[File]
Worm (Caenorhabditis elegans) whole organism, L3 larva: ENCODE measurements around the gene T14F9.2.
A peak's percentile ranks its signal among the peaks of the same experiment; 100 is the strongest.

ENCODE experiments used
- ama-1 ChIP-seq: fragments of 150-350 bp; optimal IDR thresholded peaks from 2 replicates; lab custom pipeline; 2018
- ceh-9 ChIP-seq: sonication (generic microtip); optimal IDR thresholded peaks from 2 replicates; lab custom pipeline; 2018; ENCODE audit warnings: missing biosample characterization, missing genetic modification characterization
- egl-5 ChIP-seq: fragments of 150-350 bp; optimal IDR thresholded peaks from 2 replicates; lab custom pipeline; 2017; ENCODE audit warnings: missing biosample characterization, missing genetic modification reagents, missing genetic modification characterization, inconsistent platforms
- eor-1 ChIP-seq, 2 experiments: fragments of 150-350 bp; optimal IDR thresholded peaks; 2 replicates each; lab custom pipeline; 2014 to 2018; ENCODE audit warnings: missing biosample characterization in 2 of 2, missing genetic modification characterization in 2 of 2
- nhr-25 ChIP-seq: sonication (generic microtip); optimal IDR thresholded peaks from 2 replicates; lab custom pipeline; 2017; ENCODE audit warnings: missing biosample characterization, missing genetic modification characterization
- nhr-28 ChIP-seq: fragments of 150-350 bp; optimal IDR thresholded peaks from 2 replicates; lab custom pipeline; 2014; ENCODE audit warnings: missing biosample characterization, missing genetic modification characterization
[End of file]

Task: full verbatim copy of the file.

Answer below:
Worm (Caenorhabditis elegans) whole organism, L3 larva: ENCODE measurements around the gene T14F9.2.
A peak's percentile ranks its signal among the peaks of the same experiment; 100 is the strongest.

ENCODE experiments used
- ama-1 ChIP-seq: fragments of 150-350 bp; optimal IDR thresholded peaks from 2 replicates; lab custom pipeline; 2018
- ceh-9 ChIP-seq: sonication (generic microtip); optimal IDR thresholded peaks from 2 replicates; lab custom pipeline; 2018; ENCODE audit warnings: missing biosample characterization, missing genetic modification characterization
- egl-5 ChIP-seq: fragments of 150-350 bp; optimal IDR thresholded peaks from 2 replicates; lab custom pipeline; 2017; ENCODE audit warnings: missing biosample characterization, missing genetic modification reagents, missing genetic modification characterization, inconsistent platforms
- eor-1 ChIP-seq, 2 experiments: fragments of 150-350 bp; optimal IDR thresholded peaks; 2 replicates each; lab custom pipeline; 2014 to 2018; ENCODE audit warnings: missing biosample characterization in 2 of 2, missing genetic modification characterization in 2 of 2
- nhr-25 ChIP-seq: sonication (generic microtip); optimal IDR thresholded peaks from 2 replicates; lab custom pipeline; 2017; ENCODE audit warnings: missing biosample characterization, missing genetic modification characterization
- nhr-28 ChIP-seq: fragments of 150-350 bp; optimal IDR thresholded peaks from 2 replicates; lab custom pipeline; 2014; ENCODE audit warnings: missing biosample characterization, missing genetic modification characterization